Tag Archives: baking

Cornish Splits (& More on Cream Teas)

Cornish splits are soft and pillowy enriched bread rolls and were the original cakey element of the Cornish cream tea. Bread rolls such as these were – and indeed are– eaten all around the country. There were Devonshire chudleighs, Yorkshire cakes and Guernsey biscuits, for example. But it was the people of Devon and Cornwall who combined them with clotted cream and jam.

These light, fluffy rolls are enriched with butter and are made extra soft by being made with milk rather than water and are covered with a tea towel as soon as they come out of the oven – the captured steam softening the exterior crust. Once cooled – or better, just warm – the rolls are not cut open, but split open with the fingers, hence their name.

Of course, the cream tea as we know today it is made up a scone, clotted cream and jam. Some places sell them made with whipped cream, but that will not do. The phrase ‘cream tea’ meaning a scone/split with jam and cream (as opposed to tea with cream in) seems to be relatively modern – the earliest printed reference of one coming from a 1932 article in The Cornishman newspaper (see foodsofengland.com). The earliest mention of a combination of jam, cream and bread eaten together pops up in the Devon town Tavistock’s accounts dating from the tenth century!

Cutting from The Cornishman, Thursday 3rd September 1931 (foodsofengland.com)

Some establishments in Cornwall still serve a split instead of a scone in their cream teas, but they are few and far between. Many folk reckon that the split is superior to the scone in a cream tea, the scone winning out by virtue of it being much quicker and easier to make. The Devonians apparently turned to scones before the Cornish, presumably because Cornwall is more cut-off. So, we have a situation where the rivalry between the two lands can be stoked. The Cornish can claim they invented the cream tea because they invented the split, but the Devonians can claim they invented it because they came up with the cream tea we think of today.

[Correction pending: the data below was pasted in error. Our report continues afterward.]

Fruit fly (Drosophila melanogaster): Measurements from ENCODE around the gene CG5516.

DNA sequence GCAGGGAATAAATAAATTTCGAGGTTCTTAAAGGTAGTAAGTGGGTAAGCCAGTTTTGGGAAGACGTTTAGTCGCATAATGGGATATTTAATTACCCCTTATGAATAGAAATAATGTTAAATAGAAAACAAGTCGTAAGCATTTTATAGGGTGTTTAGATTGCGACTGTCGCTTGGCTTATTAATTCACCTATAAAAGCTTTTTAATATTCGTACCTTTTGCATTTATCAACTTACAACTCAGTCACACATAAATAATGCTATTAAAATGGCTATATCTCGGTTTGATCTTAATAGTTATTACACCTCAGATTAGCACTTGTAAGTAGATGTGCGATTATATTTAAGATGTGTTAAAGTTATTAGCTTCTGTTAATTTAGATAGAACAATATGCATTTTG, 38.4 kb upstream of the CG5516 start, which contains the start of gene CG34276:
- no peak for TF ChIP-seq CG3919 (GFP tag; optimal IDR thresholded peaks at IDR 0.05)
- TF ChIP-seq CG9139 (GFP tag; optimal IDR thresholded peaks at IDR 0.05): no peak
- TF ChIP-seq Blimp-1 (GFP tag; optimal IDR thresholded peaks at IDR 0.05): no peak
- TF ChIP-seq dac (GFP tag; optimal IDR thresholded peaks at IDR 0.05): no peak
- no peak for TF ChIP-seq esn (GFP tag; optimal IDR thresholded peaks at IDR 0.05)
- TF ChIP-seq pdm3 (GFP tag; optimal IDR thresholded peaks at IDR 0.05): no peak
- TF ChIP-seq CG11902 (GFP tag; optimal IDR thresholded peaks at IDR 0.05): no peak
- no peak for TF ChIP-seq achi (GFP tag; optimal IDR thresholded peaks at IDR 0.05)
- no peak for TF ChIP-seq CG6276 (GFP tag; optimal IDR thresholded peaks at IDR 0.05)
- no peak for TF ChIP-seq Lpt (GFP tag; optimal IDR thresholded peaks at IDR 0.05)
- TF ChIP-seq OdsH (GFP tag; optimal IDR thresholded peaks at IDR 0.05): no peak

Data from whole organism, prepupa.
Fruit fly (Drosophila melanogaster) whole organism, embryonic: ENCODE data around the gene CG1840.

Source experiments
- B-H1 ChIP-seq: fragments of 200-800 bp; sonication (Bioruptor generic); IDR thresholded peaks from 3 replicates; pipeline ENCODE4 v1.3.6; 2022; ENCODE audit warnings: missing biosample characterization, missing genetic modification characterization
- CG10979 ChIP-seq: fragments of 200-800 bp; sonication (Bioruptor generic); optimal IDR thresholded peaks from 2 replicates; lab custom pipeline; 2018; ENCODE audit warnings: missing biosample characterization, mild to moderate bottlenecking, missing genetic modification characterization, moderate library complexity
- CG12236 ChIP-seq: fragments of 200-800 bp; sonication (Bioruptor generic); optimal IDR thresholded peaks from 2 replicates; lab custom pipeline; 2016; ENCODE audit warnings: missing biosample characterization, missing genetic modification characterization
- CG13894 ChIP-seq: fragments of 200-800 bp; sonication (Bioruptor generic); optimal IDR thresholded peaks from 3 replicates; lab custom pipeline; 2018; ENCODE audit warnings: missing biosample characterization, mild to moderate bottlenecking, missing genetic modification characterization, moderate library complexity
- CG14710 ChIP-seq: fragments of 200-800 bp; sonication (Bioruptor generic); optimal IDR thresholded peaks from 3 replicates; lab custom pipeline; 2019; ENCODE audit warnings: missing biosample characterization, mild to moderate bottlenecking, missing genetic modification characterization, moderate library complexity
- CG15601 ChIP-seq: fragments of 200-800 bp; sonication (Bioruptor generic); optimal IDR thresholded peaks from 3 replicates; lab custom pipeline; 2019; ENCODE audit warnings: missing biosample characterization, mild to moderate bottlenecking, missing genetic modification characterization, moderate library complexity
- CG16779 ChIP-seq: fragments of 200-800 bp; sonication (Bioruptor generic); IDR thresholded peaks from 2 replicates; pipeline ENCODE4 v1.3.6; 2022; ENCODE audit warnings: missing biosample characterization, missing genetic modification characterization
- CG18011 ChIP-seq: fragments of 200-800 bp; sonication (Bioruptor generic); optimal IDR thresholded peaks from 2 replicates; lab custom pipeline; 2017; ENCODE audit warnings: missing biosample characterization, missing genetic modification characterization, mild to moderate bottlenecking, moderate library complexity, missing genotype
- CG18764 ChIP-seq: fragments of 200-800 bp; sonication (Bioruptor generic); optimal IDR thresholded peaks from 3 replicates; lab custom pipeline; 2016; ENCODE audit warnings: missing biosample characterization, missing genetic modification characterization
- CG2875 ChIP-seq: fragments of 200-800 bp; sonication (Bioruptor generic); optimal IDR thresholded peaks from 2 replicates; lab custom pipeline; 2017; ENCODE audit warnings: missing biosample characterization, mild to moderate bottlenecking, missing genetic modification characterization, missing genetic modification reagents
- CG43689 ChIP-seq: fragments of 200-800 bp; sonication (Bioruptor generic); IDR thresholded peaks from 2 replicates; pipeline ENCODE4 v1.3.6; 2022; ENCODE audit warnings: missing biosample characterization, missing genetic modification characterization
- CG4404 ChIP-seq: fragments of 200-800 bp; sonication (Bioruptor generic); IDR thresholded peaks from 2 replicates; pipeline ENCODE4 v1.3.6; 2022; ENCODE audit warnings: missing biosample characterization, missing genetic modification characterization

The bakery where I grew up in Pudsey, West Yorkshire sold Cornish splits filled with whipped cream, thin seedless raspberry jam and lots of icing sugar. I used to love them, so I was keen to make them myself and have a proper Cornish cream tea.

This enriched dough is a little trickier to work with than regular white bread dough, but you can make it by hand without things becoming too much of a horrible sticky mess. I prefer to use the dough hook these days I must admit. I use strong bread flour to gain a nice rise, but older recipes use regular plain flour; feel free to use it too, but whilst your splits will be more historically authentic, they will be less light for it: your choice!

Makes 12 splits:

500 g white strong bread flour

8 g instant yeast

10 g salt

60g caster sugar

75 g softened butter

280 g warm milk

I’ve written before about making and forming bun dough in more detail before, so if there’s too much brevity here, click this link.

Mix the flour, yeast, salt, sugar in a bowl. Make a well and add the butter and then the milk. If you have a food mixer with a dough hook, mix slowly to combine, then turn up to speed 4 and knead for around 6 minutes or until the dough has become tight and smooth and no longer sticky.

You can of course do all of this by hand, using a little flour for kneading at first until the dough loses its stickiness.

Using your hand, form the dough into a tight ball, pop in a lightly oiled bowl and cover with cling film or a damp tea towel. Leave somewhere warm until it doubles in size, which could take 90 minutes depending upon the ambient temperature.

When ready, divide into 12 equal sized pieces, form them into balls and arrange on a baking sheet. Cover with a large plastic bag or tub and wait for them to prove. Once doubled in size again – it should take much less time than the first rising – place in a cold oven and turn it to 200°C. Bake for 25 minutes, but if at any point, the splits look like they getting too brown, turn the temperature down to 175°C.